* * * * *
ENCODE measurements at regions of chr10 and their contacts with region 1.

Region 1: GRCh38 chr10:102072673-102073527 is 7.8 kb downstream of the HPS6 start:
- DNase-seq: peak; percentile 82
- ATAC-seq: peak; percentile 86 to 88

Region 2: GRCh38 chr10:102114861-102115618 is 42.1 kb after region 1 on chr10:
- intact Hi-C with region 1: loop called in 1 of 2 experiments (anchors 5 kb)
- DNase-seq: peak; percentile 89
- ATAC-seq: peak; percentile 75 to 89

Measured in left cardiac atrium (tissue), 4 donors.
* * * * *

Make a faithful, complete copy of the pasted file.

ENCODE measurements at regions of chr10 and their contacts with region 1.

Region 1: GRCh38 chr10:102072673-102073527 is 7.8 kb downstream of the HPS6 start:
- DNase-seq: peak; percentile 82
- ATAC-seq: peak; percentile 86 to 88

Region 2: GRCh38 chr10:102114861-102115618 is 42.1 kb after region 1 on chr10:
- intact Hi-C with region 1: loop called in 1 of 2 experiments (anchors 5 kb)
- DNase-seq: peak; percentile 89
- ATAC-seq: peak; percentile 75 to 89

Measured in left cardiac atrium (tissue), 4 donors.